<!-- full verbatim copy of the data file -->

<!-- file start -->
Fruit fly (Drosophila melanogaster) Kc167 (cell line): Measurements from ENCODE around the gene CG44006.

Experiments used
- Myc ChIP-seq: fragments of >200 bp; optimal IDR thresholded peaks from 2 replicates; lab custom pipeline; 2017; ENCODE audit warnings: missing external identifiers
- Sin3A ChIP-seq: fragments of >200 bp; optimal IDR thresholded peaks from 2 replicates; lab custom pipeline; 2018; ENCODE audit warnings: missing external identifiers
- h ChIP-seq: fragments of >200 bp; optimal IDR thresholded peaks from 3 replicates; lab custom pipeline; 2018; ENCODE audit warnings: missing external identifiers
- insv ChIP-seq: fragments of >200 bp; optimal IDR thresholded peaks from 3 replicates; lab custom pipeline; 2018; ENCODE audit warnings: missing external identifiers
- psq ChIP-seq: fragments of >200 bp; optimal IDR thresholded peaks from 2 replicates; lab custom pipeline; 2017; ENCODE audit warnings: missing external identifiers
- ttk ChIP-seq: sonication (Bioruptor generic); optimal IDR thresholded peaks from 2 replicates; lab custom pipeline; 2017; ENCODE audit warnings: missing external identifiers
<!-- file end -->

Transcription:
Fruit fly (Drosophila melanogaster) Kc167 (cell line): Measurements from ENCODE around the gene CG44006.

Experiments used
- Myc ChIP-seq: fragments of >200 bp; optimal IDR thresholded peaks from 2 replicates; lab custom pipeline; 2017; ENCODE audit warnings: missing external identifiers
- Sin3A ChIP-seq: fragments of >200 bp; optimal IDR thresholded peaks from 2 replicates; lab custom pipeline; 2018; ENCODE audit warnings: missing external identifiers
- h ChIP-seq: fragments of >200 bp; optimal IDR thresholded peaks from 3 replicates; lab custom pipeline; 2018; ENCODE audit warnings: missing external identifiers
- insv ChIP-seq: fragments of >200 bp; optimal IDR thresholded peaks from 3 replicates; lab custom pipeline; 2018; ENCODE audit warnings: missing external identifiers
- psq ChIP-seq: fragments of >200 bp; optimal IDR thresholded peaks from 2 replicates; lab custom pipeline; 2017; ENCODE audit warnings: missing external identifiers
- ttk ChIP-seq: sonication (Bioruptor generic); optimal IDR thresholded peaks from 2 replicates; lab custom pipeline; 2017; ENCODE audit warnings: missing external identifiers